Significance of the Problem
According to the AACAP (2011) children who have experienced CSA are often devastated by the lasting mental and emotion affects (p. 1). Children who have suffered this type of abuse often suffer effects of it throughout their lives (AACAP, 2011, p. 1). The AACAP (2011) explains this can manifest as depression, self-esteem issues, and/or anxiety (p. 1-2). Many children suffer from sleep disturbances which can lead to additional mental health issues (AACAP, 2011). Dietz et al. (2012) explain it is imperative to access treatment immediately for CSA victims to minimize additional harm to children that could continue into adulthood (p. 679). The AACAP (2011) agrees ...view middle of the document...
There are a great number of variables affecting the treatment of childhood sexual abuse. Just as no two children are the same, no two CSA experiences are the same. Some children have stronger support or better self-esteem while others may have complicating factors such as mental health issues. By identifying various effective treatments, it may be possible to select a treatment that is best suited to the child and his or her circumstances. The first focus of this research project will be on identifying effective treatment options for child victims of sexual abuse.
• What are effective treatments for victims of child sexual abuse?
It is important to also ascertain differences in treatment options depending on the age of the victim. Children of different ages are at varying levels of development and have different cognitive abilities that may impact treatment options for them. Children must be able to access treatment that is cognitively and emotionally suited to them.
• How does the age of the victim affect treatment options?
As stated before, children are affected differently by sexual abuse. Some display socially unaccepted behaviors that cause additional problems for the child. These behaviors can range from bedwetting to acting out sexually inappropriate behaviors in public. It is important to determine what treatment options are most effective for reduction of these behaviors.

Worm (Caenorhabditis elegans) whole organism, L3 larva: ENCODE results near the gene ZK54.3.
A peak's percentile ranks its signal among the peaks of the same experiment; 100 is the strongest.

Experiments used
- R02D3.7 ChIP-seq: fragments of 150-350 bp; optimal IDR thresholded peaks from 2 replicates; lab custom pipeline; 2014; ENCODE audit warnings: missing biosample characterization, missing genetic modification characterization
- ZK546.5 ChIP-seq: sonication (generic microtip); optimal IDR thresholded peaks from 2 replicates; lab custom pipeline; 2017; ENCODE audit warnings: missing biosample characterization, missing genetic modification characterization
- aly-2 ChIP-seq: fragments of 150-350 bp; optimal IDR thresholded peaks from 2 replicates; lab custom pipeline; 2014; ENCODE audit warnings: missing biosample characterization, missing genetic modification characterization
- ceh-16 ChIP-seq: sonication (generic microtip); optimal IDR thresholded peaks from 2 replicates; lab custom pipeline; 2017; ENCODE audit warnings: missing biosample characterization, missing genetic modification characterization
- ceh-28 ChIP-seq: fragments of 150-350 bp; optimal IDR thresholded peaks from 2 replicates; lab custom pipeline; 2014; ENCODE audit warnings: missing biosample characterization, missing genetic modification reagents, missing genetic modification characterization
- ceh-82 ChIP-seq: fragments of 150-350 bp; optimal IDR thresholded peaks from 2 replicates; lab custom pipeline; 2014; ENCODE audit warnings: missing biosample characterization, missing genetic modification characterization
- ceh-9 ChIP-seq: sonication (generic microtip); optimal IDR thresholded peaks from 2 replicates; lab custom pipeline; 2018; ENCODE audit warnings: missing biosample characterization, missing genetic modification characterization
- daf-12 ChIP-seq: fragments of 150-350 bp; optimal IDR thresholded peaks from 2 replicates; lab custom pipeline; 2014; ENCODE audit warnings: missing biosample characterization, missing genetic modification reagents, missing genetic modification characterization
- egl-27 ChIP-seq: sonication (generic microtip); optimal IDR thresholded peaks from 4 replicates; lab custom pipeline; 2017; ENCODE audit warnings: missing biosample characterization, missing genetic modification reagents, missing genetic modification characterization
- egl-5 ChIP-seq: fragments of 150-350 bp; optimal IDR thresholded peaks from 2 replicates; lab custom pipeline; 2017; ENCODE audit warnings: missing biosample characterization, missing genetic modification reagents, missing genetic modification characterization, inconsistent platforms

• What treatment is best suited for the reduction of behaviors?
According to Finkelhor et al. (2008), approximately 320,400 children were victims of some form sexual abuse in 1999 or 4 in 1,000 children (p. 2, p. 5). Finkelhor et al. (2008) studied the data from the NISMART–2 with regards to sexually abused children (p. 1). Through this investigation, Finkelhor et al. (2008) were able to provide valuable information regarding the approximate number of victims and shared characteristics of these children (p. 2).
The data, collected by NISMART–2, was collected for the entire year of 1999 through phone surveys of abused children and their caretakers (Finkelhor et al., 2008, p. 1-3). The sample this study looks at is representative of children on a national level (Finkelhor et al., 2008, p. 3). According to Finkelhor et al. (2008), 16,111 adults and 5,015 children participated in the interviews (p. 4). First the adults were interviewed and then asked for permission to interview one child, over age 10, in their care, not all adults granted permission for this (Finkelhor et al., 2008, p. 4). Care was taken to ensure that the incident was not duplicated in the data if both the adult and child participated and disclosed the same abuse (Finkelhor et al., 2008, p. 4).
Finkelhor et al. (2008) found that predominately the victims tended to be female between the ages of 12 and 17 and their perpetrators were overwhelming male (p. 5). The percentage of Anglo and African-American victims were equivalent to their...